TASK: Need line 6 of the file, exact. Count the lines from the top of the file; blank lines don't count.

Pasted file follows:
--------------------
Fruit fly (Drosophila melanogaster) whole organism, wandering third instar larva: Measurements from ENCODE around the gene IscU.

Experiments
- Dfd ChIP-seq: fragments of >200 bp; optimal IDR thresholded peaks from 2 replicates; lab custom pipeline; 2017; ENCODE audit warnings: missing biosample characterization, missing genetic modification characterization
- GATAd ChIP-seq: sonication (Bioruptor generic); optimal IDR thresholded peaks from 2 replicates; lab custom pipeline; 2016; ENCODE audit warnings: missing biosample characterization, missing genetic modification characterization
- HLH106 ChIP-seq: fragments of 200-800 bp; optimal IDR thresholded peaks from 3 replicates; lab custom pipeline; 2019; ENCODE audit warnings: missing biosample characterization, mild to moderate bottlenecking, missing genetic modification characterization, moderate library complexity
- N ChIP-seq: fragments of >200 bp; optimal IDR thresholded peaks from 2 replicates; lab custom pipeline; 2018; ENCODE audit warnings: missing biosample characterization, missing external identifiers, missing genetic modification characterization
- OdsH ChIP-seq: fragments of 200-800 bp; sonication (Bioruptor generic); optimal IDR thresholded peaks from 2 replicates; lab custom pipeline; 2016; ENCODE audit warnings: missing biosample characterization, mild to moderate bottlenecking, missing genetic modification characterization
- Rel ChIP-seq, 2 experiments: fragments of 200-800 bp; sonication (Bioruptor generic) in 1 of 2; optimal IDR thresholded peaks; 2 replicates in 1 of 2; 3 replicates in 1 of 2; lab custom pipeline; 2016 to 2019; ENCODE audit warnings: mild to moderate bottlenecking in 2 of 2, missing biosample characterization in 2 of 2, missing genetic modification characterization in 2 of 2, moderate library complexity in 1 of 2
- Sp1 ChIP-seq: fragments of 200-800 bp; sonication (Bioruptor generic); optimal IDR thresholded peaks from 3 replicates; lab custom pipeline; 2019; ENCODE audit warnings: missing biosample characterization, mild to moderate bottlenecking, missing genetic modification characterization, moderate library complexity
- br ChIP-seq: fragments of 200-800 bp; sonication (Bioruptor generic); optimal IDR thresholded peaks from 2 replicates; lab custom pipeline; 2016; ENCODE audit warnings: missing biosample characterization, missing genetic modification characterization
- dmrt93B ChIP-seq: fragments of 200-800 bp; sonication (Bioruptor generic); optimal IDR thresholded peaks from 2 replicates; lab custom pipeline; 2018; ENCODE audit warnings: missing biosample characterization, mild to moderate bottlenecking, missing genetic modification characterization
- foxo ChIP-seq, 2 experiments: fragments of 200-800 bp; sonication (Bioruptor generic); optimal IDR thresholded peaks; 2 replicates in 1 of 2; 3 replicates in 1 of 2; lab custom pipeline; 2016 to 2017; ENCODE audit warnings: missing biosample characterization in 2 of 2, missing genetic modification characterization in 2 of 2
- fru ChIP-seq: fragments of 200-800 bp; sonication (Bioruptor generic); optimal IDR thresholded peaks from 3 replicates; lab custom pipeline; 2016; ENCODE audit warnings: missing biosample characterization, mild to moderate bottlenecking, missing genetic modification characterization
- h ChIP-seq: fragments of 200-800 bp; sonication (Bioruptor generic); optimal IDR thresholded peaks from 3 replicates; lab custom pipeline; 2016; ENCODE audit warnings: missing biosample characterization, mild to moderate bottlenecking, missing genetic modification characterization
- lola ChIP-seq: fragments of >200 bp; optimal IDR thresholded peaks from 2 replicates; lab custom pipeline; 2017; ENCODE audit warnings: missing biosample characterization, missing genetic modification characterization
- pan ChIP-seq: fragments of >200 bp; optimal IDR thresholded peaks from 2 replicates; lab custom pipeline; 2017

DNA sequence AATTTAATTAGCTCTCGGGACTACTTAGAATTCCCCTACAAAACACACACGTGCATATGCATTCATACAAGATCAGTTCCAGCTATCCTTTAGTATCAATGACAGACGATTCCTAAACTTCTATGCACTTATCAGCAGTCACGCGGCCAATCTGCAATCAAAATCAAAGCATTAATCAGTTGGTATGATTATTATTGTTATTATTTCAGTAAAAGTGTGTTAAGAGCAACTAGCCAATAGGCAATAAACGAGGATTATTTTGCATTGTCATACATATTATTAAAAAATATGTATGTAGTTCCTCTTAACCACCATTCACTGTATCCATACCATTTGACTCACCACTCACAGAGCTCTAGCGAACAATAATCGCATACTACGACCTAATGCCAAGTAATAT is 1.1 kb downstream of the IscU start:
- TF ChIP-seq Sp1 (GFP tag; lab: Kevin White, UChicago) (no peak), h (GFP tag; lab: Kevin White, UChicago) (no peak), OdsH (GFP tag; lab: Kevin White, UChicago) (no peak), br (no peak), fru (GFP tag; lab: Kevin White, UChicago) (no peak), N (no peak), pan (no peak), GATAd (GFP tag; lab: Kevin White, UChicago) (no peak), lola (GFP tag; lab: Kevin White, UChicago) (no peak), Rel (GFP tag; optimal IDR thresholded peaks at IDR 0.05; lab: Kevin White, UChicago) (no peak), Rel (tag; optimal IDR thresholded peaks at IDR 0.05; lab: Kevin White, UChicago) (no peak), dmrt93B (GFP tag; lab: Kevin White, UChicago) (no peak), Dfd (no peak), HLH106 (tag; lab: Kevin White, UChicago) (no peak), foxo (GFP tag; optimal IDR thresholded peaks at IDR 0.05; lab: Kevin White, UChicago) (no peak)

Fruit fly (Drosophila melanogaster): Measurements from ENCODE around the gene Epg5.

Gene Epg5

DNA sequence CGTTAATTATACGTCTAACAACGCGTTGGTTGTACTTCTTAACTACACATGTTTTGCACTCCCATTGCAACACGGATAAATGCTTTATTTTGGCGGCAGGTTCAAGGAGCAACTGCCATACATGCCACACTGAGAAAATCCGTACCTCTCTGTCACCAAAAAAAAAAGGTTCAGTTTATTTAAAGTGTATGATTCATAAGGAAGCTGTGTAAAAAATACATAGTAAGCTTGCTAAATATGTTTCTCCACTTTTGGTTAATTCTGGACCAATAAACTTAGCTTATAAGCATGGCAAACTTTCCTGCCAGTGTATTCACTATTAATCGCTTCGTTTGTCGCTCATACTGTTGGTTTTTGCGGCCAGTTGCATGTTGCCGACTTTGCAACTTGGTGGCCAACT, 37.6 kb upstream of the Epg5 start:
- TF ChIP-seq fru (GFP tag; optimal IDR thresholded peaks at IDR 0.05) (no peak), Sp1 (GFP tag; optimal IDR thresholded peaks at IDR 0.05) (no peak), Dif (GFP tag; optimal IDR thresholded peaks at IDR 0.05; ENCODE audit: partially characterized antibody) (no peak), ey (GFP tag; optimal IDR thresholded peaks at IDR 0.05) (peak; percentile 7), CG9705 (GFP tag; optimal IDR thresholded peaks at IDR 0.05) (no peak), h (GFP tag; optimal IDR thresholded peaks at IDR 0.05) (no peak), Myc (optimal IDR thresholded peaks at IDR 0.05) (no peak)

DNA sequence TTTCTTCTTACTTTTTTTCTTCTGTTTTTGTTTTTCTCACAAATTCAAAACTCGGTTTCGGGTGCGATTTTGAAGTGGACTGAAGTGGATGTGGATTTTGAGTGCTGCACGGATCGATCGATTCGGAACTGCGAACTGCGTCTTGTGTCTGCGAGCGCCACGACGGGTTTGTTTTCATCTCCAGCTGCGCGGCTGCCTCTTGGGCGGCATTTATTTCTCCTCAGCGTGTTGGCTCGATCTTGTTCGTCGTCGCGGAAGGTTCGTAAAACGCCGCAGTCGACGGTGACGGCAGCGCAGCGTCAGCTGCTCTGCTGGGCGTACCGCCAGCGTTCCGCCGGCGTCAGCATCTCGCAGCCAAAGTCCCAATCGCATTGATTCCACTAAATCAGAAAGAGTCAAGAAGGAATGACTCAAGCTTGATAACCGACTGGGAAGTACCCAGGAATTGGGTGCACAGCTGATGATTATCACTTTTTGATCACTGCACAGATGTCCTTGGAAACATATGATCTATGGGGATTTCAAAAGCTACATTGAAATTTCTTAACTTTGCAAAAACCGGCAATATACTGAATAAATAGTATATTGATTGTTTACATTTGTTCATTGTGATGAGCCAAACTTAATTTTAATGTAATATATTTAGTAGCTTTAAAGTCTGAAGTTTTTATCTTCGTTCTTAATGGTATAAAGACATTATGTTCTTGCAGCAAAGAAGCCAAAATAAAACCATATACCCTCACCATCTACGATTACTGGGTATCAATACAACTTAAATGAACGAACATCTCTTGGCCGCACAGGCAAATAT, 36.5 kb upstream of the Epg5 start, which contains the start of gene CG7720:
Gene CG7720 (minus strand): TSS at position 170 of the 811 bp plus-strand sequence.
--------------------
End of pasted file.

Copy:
- N ChIP-seq: fragments of >200 bp; optimal IDR thresholded peaks from 2 replicates; lab custom pipeline; 2018; ENCODE audit warnings: missing biosample characterization, missing external identifiers, missing genetic modification characterization